In February of 2016 the Pérez Art Museum Miami took on the challenge of hosting Tilting Axis 2.0 with more than twice the number of participants since its initial launch just a year before. Working under the theme “Caribbean Strategies”, location quickly shot to the forefront of discussions since the city of Miami, in many ways, represented a kind of go-between space bridging practitioners from the Caribbean region with what the organisation referred to as the “Global North”. So although this iteration saw the conference move further out of the region, it was still very much connected to its place of birth because of Miami’s large Diaspora population. Presenters in this second edition emphasised the need for increased visibility and sustainability, both of which they recognised should always align with the lived experiences of persons from each Caribbean territory. The conference focused on three main components that emerged from the inaugural event back in 2015: exhibitions and programming; artists’ movement and mobility; and education.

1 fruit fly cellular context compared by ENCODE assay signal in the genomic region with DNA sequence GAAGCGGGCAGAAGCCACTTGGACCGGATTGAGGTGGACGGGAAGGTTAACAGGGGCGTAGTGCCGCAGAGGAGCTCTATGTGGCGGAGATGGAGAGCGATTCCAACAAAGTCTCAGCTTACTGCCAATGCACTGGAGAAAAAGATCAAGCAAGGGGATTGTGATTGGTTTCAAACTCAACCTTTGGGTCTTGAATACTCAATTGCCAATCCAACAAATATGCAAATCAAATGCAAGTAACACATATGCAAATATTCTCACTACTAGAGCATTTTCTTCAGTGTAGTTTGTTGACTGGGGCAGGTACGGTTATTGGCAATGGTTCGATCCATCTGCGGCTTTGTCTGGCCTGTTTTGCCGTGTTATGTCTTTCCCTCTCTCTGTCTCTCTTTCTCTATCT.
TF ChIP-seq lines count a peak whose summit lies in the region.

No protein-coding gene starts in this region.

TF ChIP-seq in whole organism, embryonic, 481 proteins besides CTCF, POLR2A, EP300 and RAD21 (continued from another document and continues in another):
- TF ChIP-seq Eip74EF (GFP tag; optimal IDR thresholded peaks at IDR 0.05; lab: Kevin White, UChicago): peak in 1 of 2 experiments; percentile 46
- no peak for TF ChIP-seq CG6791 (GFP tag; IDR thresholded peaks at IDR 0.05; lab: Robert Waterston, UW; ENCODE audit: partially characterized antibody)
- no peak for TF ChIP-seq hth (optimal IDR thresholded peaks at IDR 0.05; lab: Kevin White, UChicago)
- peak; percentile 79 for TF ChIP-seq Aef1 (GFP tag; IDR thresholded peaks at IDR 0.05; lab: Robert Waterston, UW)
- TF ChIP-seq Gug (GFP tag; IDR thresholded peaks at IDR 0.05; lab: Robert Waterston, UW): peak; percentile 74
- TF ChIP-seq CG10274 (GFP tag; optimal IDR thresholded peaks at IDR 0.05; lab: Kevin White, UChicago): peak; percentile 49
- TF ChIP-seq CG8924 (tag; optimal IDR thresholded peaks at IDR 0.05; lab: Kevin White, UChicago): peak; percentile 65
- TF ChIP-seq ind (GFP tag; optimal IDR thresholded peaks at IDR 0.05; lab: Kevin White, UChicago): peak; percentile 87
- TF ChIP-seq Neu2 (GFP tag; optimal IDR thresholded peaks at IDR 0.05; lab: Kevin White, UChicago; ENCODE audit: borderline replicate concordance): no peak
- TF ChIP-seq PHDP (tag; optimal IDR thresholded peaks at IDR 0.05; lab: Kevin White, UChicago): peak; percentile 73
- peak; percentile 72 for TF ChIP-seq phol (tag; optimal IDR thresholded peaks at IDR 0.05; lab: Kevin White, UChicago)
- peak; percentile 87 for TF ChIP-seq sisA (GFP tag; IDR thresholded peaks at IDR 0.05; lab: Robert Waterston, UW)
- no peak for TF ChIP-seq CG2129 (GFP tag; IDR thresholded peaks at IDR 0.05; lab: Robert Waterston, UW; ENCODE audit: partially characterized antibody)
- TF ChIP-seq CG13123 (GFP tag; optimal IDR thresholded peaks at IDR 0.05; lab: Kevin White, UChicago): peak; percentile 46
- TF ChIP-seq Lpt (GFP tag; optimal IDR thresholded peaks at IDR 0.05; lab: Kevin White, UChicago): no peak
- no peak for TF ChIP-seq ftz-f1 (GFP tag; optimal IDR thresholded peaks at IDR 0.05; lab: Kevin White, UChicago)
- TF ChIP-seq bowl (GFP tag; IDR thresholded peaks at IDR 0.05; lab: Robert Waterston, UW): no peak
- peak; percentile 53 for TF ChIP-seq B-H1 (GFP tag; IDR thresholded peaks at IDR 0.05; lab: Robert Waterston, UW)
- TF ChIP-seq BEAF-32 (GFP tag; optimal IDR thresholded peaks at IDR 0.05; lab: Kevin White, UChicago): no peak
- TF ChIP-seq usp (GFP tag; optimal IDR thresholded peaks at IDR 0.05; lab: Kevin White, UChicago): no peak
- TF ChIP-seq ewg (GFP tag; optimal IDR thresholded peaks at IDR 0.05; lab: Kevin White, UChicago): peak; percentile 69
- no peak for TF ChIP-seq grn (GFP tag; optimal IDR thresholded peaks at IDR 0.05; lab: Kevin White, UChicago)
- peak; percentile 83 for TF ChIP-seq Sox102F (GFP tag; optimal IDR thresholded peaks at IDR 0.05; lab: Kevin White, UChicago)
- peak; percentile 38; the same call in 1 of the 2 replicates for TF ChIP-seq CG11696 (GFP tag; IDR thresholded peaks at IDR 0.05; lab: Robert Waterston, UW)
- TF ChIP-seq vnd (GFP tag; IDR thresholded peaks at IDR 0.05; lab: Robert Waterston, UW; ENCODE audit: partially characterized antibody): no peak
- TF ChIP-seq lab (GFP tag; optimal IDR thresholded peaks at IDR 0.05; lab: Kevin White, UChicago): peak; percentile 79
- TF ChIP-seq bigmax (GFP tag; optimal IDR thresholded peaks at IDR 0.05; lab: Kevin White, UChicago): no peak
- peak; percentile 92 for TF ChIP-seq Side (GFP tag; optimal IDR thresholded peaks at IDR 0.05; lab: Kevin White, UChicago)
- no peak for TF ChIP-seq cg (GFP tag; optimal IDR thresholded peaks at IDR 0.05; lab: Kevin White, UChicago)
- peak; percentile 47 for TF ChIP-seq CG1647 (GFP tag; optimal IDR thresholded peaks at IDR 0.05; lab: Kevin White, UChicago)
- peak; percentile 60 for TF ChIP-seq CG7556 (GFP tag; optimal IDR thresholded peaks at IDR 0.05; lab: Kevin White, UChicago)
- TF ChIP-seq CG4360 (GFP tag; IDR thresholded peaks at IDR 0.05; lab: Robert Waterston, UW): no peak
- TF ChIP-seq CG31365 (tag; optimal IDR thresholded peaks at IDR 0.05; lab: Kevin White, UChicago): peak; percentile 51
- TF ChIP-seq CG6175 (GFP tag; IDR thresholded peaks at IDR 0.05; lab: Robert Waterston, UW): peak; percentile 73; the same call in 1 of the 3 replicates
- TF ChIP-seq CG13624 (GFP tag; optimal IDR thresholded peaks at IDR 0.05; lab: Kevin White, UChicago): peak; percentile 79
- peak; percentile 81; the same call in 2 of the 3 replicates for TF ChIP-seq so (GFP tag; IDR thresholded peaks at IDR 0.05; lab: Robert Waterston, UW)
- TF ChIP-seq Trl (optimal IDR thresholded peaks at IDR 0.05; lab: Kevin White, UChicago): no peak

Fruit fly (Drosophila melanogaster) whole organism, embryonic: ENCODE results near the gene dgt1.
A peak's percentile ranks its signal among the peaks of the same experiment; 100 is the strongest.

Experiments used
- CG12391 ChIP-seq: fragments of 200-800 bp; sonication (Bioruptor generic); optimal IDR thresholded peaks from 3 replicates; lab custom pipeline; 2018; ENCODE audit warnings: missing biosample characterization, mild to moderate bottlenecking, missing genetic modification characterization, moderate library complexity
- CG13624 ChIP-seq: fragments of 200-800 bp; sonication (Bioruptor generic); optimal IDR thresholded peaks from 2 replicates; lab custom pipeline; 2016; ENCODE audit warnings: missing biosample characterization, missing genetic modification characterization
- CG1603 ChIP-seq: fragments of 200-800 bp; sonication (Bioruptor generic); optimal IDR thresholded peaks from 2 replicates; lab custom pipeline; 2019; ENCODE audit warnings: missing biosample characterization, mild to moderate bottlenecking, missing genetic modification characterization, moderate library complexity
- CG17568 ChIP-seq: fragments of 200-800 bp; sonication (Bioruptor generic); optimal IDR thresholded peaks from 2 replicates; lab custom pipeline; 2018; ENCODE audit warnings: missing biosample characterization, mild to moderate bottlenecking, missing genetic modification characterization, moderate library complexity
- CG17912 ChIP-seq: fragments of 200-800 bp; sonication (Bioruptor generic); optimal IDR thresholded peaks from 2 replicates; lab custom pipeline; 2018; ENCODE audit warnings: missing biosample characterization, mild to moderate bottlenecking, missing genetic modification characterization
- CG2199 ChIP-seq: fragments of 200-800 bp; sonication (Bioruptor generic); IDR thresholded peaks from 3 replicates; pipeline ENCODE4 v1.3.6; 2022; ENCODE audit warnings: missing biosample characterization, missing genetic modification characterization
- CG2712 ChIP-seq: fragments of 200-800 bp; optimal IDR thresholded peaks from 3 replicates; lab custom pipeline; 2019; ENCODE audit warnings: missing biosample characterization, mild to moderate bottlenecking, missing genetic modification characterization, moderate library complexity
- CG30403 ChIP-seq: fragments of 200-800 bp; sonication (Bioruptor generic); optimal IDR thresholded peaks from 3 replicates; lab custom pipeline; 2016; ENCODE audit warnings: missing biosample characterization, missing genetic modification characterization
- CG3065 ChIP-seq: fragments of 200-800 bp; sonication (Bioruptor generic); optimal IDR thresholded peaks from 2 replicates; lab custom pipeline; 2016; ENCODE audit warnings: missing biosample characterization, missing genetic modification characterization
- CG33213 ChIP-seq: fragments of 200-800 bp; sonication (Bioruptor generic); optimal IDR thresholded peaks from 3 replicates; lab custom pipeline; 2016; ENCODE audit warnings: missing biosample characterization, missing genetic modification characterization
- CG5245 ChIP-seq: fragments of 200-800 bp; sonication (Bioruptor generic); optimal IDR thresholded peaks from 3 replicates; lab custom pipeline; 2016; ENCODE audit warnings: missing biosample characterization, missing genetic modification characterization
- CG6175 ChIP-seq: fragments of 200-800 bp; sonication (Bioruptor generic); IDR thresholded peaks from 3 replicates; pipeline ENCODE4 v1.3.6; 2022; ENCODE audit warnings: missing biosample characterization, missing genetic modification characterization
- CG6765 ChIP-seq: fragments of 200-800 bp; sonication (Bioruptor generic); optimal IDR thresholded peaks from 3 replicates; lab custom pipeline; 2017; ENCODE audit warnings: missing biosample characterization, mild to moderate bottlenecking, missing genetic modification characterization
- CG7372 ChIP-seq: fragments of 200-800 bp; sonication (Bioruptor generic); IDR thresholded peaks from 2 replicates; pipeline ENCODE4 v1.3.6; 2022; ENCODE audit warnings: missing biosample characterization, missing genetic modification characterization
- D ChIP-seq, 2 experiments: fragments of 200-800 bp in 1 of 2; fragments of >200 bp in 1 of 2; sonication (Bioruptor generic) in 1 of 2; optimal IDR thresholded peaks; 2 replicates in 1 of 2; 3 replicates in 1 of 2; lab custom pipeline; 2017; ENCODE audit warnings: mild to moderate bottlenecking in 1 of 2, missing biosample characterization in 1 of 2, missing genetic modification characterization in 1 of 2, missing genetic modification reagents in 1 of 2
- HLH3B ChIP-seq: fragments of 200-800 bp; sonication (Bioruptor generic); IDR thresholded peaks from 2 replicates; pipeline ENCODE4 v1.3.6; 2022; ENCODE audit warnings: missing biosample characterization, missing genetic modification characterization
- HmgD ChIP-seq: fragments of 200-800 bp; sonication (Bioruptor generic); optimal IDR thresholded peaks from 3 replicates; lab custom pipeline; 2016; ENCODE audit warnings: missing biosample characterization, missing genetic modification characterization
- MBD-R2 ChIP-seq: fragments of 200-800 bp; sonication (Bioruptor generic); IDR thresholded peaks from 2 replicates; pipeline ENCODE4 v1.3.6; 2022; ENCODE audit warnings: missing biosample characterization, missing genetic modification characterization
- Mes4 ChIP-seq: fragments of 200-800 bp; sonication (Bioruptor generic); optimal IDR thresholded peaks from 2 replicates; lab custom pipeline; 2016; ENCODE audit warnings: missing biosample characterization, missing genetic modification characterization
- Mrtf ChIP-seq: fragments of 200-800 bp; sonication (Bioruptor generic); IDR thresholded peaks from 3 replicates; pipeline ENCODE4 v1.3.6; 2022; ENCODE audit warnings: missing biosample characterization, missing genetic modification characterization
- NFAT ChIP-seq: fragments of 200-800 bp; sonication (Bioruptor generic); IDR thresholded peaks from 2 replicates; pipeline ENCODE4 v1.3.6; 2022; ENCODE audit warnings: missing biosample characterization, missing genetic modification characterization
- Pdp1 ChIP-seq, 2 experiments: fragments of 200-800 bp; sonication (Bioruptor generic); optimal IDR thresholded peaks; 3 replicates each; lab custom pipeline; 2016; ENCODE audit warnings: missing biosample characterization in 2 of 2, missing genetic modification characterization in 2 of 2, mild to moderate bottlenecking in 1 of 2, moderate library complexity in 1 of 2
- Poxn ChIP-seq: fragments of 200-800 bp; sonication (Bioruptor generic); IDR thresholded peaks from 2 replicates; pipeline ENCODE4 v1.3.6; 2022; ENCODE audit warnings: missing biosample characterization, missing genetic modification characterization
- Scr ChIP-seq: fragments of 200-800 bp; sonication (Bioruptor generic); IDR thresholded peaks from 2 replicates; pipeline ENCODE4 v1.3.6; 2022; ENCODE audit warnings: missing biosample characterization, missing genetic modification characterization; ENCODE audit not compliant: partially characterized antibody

This year the National Gallery of the Cayman Islands hosted Tilting Axis 3 under the theme “Curating the Caribbean”, with special emphasis on the Latin root of the word “curare”, which means to take care. Working within this particular framework allowed presenters to examine the ways in which public and private cultural institutions, as well as artist-led initiatives (different as they may be), could work to nurture creative sectors across the region. After scrutinising the current state of cultural work in the Caribbean, members of the delegation proposed how networks could be fortified, administrative capacities increased, and knowledge and funding opportunities shared among those working in the region.